That gave the Heat a six-point lead in a game that was tied with three minutes remaining. Jayson Tatum had made a floater on the previous possession, and then White, defending Butler in isolation, slapped the ball out of his hands and out of bounds. If Boston had just gotten that stop, who knows what might have happened? 

“Sometimes you just need your best players and your guy to make plays,” Spoelstra said. “And he was able to do that. In those moments of truth, when we really needed it, and as their defense stepped up, and as the game got to four, six, he found a way to get us a really important bucket.”

Butler finished with 47 points, the most he’s ever scored in a playoff game, on 16-for-29 shooting, including 4-for-8 from 3-point range, and made all 11 of his free throw attempts. He had nine rebounds, eight assists, four steals, a block and only one turnover in 46 minutes. This was a tour de force, and that dagger was not the only time Butler bailed out his team. 

When people refer to any of the masters of the midrange as a “security blanket,” they’re talking about plays like the one Butler made in the third quarter, isolated against White:  

The first option on most Heat possessions is not a Butler iso, especially against a defense like this. When they’re playing against the shot clock, though, they want the ball in his hands, in the middle of the floor. Early in the fourth quarter, he got downhill off Tucker’s screen, got Grant Williams in the air with a pump fake, then, with three seconds on the clock, nailed a free-throw-line jumper, plus the foul:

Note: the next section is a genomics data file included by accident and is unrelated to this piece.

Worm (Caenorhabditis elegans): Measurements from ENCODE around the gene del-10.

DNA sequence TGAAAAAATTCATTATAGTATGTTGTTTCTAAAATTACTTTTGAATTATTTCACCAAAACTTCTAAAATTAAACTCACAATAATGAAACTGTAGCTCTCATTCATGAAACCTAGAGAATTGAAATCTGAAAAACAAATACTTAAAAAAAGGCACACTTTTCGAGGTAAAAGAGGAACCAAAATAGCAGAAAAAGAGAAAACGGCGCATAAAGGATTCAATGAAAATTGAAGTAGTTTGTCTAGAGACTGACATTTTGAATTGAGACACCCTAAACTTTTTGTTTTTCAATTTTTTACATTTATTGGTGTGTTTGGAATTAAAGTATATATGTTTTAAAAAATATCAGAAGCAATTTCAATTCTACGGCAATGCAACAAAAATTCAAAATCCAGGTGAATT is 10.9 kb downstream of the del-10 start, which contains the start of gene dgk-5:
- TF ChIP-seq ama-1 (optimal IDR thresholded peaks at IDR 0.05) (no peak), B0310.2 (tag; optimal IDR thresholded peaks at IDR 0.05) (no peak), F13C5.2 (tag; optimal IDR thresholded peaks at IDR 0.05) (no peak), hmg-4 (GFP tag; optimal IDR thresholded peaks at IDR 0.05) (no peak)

The craziest shot of the night, however, might have been Max Strus‘ catch-and-shoot 3 early in the second half. He caught it on the move, only had a second to get it off and only narrowly avoided getting blocked by Tatum. Before this went in, Strus had missed 14 consecutive 3s and had not made a field goal since Game 3:

As absurd as that was, it was exactly how Miami had drawn it up. The buzzer-beating shot that Kyle Lowry made in the second quarter, also after a sideline out of bounds, was decidedly not. This is a jab-step 3 against the Defensive Player of the Year, and, as I write this, I keep watching it, looking at his feet, amazed that he even attempted this: